It's been close to a year and a half since I last posted in my blog. I could offer a bunch of excuses: I was busy being a mom, writing a second novel, revising the first, working, making cookies---- I could put together a list, but the truth is, I didn't update my blog because I didn't really feel like it. And then it got to the point that summarizing months and months seemed just too difficult. And so I simply----didn't.
I've decided to pick up blogging again for three reasons: 1) Winter has passed, and with it flu season, so I find that my schedule at work is suddenly wonderfully free again. 2) I think it might be a good idea from a publicity standpoint. My first novel (Secret Letters) is coming out in June so I am tinkering with the idea of a webpage-- and importing a blog might be just the thing. Importing a two-year- old blog- a little pathetic. 3) It is way easier to babble about my life than to come up with a decent idea for a sequel to Secret Letters. Which is what I should be doing right now.
But yeah, that isn't going to happen. So, instead, let me tell you about my life. :-)
We have been in Israel for three and a half years now and are thrilled as ever to be here. My two eldest daughters are full-fledged teenagers. My oldest is nearly sixteen (whaaaaaaaaaaaaaatt?????), is still taking singing and piano lessons, has recently begun painting (and is shockingly good for someone who has never had a single art class), and a few months ago got herself a boyfriend (whaaaaatttttt????). My middle daughter is thirteen now and has recently taken up the guitar. She is shyer than her sister about sharing her talent, so her father and I sometimes have to crouch behind her closed door when she is playing, but it is well worth it. She babysits almost every night and is carefully saving her money for----- something. She's not sure yet, but it is going to awesome. My little one is completely Israeli now, the only one of us who feels as comfortable (more comfortable?) with her Hebrew-speaking friends as she does with the Anglos in the neighborhood. But I expected that when we came. She is still young enough to be cuddly, but when she turned nine in December she earned the right to cross streets on her own-- so it won't be long until I have three daughters roaming Modiin without me. But I expected that too, I guess. Just not quite so soon.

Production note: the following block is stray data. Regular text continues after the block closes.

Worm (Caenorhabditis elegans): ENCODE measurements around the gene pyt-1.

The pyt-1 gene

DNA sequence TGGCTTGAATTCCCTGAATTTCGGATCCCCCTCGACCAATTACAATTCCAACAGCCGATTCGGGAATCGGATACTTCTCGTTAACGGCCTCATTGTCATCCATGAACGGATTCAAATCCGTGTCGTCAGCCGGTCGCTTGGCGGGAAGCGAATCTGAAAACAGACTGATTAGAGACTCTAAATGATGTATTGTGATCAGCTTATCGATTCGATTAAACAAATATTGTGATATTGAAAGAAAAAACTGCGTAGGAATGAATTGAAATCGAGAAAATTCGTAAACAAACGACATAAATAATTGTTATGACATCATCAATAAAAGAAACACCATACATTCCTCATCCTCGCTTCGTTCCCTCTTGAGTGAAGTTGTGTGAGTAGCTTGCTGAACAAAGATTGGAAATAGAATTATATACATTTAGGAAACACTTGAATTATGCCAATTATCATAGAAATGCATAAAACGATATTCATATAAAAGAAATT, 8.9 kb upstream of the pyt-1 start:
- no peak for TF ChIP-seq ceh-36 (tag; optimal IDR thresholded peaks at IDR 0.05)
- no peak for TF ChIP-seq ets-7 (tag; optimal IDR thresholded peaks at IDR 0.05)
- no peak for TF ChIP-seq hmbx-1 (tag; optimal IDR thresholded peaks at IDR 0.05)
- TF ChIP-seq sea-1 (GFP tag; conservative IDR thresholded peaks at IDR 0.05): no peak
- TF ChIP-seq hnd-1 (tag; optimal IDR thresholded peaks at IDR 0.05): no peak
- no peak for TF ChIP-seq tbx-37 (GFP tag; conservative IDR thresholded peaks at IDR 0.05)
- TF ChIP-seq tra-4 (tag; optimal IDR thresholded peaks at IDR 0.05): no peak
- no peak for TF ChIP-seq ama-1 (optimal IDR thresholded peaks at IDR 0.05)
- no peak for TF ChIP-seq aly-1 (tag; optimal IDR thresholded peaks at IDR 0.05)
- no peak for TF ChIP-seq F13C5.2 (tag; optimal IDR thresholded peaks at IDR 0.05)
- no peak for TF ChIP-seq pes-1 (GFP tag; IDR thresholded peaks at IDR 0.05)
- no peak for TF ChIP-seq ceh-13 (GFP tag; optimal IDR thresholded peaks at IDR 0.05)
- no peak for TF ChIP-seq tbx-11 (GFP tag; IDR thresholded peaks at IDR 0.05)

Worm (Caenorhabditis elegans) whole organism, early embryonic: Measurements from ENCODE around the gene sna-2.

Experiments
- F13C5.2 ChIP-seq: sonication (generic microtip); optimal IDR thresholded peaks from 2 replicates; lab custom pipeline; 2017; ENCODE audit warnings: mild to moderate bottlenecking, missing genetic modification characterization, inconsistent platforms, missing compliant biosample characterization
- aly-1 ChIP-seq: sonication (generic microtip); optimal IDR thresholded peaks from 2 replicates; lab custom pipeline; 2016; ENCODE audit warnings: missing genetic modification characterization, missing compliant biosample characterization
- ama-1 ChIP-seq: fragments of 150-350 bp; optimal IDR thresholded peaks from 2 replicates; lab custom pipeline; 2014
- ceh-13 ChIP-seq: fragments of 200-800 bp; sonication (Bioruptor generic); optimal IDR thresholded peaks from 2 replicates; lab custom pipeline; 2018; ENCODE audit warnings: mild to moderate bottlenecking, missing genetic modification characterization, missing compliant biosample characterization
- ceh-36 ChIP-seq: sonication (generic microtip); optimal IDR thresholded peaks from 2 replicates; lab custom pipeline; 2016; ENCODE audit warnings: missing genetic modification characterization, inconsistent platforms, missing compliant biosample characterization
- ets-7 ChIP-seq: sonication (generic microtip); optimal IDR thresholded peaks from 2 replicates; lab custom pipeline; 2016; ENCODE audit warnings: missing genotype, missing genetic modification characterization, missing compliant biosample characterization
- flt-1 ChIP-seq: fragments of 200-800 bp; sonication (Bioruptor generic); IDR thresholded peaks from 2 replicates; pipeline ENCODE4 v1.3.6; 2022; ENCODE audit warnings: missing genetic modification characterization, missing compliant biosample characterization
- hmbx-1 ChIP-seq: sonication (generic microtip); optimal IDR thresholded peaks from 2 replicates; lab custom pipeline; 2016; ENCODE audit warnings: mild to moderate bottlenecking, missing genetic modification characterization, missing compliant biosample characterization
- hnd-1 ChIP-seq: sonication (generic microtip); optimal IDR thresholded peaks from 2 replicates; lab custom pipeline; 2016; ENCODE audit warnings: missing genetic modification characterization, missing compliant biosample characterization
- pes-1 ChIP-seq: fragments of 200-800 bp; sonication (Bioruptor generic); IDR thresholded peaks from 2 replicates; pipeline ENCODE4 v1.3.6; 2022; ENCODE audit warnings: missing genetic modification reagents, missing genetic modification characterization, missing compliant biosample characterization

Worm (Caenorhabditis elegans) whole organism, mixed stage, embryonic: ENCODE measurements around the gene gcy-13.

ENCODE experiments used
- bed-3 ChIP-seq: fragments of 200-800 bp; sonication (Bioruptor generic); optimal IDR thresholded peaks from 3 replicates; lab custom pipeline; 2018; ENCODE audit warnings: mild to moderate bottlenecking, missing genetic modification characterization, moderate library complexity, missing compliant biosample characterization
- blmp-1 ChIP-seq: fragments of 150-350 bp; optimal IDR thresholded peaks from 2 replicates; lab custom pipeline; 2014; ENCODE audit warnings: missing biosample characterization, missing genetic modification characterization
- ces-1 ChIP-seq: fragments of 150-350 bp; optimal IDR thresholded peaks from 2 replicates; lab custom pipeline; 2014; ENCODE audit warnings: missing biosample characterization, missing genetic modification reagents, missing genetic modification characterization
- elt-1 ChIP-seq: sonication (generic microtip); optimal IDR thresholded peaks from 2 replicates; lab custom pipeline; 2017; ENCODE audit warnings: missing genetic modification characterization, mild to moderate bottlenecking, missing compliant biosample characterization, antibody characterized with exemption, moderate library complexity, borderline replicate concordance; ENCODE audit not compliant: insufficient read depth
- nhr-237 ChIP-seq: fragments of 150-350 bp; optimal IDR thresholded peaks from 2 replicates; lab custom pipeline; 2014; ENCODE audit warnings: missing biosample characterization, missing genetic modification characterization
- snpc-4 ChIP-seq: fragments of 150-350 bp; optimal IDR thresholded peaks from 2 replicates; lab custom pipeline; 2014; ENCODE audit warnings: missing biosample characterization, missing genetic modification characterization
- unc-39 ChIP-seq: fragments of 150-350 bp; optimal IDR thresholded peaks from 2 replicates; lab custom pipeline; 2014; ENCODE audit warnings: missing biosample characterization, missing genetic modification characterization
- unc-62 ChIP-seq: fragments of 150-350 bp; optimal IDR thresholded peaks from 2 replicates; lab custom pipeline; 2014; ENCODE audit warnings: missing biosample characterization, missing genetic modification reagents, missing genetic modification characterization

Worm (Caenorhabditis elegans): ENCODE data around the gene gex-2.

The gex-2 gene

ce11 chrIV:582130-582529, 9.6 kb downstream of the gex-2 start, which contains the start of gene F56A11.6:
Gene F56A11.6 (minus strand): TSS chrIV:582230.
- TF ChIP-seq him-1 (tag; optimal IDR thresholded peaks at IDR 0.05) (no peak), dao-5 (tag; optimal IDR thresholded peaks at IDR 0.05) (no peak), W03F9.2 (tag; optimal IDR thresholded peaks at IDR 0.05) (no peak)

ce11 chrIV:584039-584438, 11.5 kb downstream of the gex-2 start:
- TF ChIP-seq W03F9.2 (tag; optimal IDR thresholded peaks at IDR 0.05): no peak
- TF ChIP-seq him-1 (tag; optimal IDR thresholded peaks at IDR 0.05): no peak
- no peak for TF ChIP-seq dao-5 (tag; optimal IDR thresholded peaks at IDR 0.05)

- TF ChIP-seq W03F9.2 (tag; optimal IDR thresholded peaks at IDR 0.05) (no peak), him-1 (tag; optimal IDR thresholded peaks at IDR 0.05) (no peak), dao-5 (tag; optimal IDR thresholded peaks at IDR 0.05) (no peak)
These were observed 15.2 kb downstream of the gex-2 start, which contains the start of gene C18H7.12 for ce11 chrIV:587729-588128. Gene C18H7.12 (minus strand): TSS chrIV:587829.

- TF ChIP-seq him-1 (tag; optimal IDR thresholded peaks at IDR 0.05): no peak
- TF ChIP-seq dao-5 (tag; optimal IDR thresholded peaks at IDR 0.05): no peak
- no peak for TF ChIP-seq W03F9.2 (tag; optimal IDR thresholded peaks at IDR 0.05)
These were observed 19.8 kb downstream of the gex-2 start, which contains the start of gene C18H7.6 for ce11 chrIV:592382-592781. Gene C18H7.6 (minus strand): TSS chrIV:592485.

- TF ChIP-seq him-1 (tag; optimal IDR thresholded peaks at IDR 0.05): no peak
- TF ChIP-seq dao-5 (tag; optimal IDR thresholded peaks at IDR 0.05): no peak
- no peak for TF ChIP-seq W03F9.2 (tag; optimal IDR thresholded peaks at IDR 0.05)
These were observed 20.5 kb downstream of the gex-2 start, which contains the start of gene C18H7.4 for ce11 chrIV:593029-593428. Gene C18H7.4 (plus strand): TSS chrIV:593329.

In the pediatric world things are exactly the same as they were when I last wrote. One sentence is enough to cover that.
On the writing front I am excited to announce that my book will be on shelves (and Amazon and B&N) on June 26th! I already shared my cover on Facebook a couple of months ago but I just want to say that I never imagined that it would come out as beautifully as it did. I had nothing to do with it, of course. The amazing art designers at Hyperion are responsible. My role was limited to the gasping noise I made when I received the proof from my editor and the shrieking into my sister's ear (sorry, Dinah) which followed shortly afterward. And then the exclamation point riddled email which I sent back to the publisher a few minutes later.
So yeah. I was happy with the cover.